A global stress test for freedom of expression
Freedom of expression series, episode 1:
One of the fundamental pillars of democracy is wavering. Governments around the world are failing to protect freedom of expression; elsewhere, individuals and groups hide behind freedom of expression to spread hatred and discrimination. In Switzerland, citizens are more and more often called to the polls to decide what counts as acceptable expression.
This content was published on May 17, 2021 – 14:34
In principle, everything is crystal clear. The Universal Declaration of Human Rights (1948) and the United Nations Covenant on Civil and Political Rights (1966) include the same article 19: âEveryone has the right to freedom of opinion and expression; this right includes the freedom to hold opinions without interference and to seek, receive and impart information and ideas through all media and regardless of frontiers â.
In Europe, the European Convention on Human Rights (1950) also guarantees freedom of expression in its article 10, while Switzerland added it to its federal constitution in 1999.
But in practice, things are less clear. This was obviously the case after the landmark events of early 2021, following the US presidential elections. When outgoing President Donald Trump was banned by Twitter, Facebook and YouTube, the two-sided question arose: how to strengthen democracy and how to temper the power of tech giants?
Social media has become an indispensable part of public debate, but it is less and less seen as a benefit for democracy. We are now more likely to be talking about fake news, conspiracy theories and hate speech. Countries all over the world are trying to tackle these problems: Germany, for example, is acting as a global pioneer with its âNetwork Enforcement Actâ, while in Taiwan, a âpro-socialâ digital infrastructure is in development. construction.
In Switzerland, specific rules for social media are so far lacking.
The media and journalists are under pressure in the Alpine nation. A recent example is the Gotham city magazine from the canton of Vaud, which writes about white-collar crime: in the space of a year, the founders of the magazine have been brought to justice five times by a wealth management company based in Geneva. In a verdict that journalists called “an attack on press freedom,” the court banned the publication of an investigative article.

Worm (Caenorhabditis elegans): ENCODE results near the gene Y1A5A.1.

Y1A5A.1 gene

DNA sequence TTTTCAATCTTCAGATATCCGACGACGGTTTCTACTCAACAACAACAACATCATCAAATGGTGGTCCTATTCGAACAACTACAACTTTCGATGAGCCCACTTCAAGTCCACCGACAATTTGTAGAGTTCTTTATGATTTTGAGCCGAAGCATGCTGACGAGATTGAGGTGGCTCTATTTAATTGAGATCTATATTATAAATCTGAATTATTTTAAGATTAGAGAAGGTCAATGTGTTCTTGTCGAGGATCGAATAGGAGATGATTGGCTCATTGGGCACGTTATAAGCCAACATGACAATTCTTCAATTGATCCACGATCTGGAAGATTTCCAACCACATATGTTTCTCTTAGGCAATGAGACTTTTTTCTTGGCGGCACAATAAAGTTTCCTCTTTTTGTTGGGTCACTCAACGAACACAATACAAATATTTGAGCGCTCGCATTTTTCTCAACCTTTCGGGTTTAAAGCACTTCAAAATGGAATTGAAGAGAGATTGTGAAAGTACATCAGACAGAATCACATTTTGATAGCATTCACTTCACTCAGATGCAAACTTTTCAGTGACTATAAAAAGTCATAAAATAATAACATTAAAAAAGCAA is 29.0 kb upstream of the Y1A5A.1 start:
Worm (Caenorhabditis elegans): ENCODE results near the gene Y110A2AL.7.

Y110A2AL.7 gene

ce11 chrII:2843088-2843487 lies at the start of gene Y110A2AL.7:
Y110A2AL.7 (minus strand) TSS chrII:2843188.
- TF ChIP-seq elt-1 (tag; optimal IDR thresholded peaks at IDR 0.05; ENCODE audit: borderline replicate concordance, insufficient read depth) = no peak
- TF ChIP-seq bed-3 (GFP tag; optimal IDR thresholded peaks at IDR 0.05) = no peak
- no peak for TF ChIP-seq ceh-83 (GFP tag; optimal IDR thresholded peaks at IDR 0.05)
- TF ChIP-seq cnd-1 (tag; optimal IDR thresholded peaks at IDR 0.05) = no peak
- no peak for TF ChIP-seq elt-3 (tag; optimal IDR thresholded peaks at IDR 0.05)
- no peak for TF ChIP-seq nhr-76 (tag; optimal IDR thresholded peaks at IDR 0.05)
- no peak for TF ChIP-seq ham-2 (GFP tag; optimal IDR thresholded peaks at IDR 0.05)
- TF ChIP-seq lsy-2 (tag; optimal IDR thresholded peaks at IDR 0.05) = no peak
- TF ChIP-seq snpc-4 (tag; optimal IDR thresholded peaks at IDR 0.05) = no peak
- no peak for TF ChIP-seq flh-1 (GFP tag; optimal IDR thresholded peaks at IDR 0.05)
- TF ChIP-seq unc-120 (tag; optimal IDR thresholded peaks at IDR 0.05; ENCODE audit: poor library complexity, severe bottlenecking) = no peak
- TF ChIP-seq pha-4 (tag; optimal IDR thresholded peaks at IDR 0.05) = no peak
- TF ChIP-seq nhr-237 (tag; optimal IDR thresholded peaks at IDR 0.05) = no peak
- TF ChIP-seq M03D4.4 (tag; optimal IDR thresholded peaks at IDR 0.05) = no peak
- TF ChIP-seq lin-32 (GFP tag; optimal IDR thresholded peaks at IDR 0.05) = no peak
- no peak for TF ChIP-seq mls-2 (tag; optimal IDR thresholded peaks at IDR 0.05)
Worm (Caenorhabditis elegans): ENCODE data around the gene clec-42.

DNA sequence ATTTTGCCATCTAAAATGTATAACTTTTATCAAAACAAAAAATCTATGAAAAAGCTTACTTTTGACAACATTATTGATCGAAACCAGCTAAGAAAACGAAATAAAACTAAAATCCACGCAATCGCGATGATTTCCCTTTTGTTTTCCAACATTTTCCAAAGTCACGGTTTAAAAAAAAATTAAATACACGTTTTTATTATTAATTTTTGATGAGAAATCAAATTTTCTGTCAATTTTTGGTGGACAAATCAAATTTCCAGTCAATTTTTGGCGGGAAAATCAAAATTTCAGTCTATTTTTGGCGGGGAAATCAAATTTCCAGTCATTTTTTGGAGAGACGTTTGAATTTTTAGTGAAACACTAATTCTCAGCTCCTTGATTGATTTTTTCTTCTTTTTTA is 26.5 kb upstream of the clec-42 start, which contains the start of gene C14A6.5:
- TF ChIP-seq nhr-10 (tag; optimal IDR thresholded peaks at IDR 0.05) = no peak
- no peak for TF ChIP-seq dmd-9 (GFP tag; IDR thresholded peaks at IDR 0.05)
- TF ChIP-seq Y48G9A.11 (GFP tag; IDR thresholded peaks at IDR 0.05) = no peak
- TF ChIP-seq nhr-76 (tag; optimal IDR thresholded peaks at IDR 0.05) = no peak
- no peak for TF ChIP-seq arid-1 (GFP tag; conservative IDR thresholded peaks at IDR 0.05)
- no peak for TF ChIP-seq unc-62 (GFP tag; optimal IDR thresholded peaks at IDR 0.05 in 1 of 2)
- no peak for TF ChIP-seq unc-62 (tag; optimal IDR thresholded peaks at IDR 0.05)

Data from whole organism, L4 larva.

In Switzerland too, through the country’s direct democratic system of popular initiatives and referendums, citizens are increasingly called upon to debate the limits and possibilities of freedom of expression – and to decide at the polls. It is a demanding balancing act, but also an integral part of the country’s political culture.
In 2021, several G20 countries, including Brazil, India and Turkey are among the nations that have gone from democracy to autocracy, according to the Swedish institute V-Dem. Increasingly, in these places it is not only writers targeted by state censorship policies, but also artists, who are pushing the boundaries of free speech through caricature.
The rise of illiberal populist leaders like Jair Bolsonaro in Brazil also represents a test for free speech. But there is hindsight: Bolsonaro, for his part, meets opposition from within his own country, from activists engaged in an open democratic discourse, and who demand more citizen participation and more democracy.
In the borderless world of the Internet, international Big Tech companies face national and supranational authorities. Both claim legitimacy to decide on questions of freedom of expression on the basis of different visions of democracy: on the one hand, Facebook has its âindependent monitoring bodyâ, on the other the EU, for example, its data protection authorities. How can the tension be resolved? As in the early decades of the Internet, when the ICANN Group organized – relatively democratically – the distribution of Internet domain names, why couldn’t an online global citizen organization now take over the regulation of the Internet? more generally – and why not in Geneva?
Finally, there has been an increase in the speed of communications. Therefore, there must be swift official responses to disinformation and hate speech, Taiwanese Digital Minister Audrey Tang told SWI swissinfo.ch. “Even if you just wait one night, the toxic memes will already be in people’s long-term memories.” But it’s not just the speed that matters, it’s also the type of reaction: “When we deploy a humorous response in a few hours, it motivates people to share something pleasant, rather than something retaliatory.” or discriminatory, and then people feel a lot better. “
Translated from German by Domhnall O’Sullivan, swissinfo.ch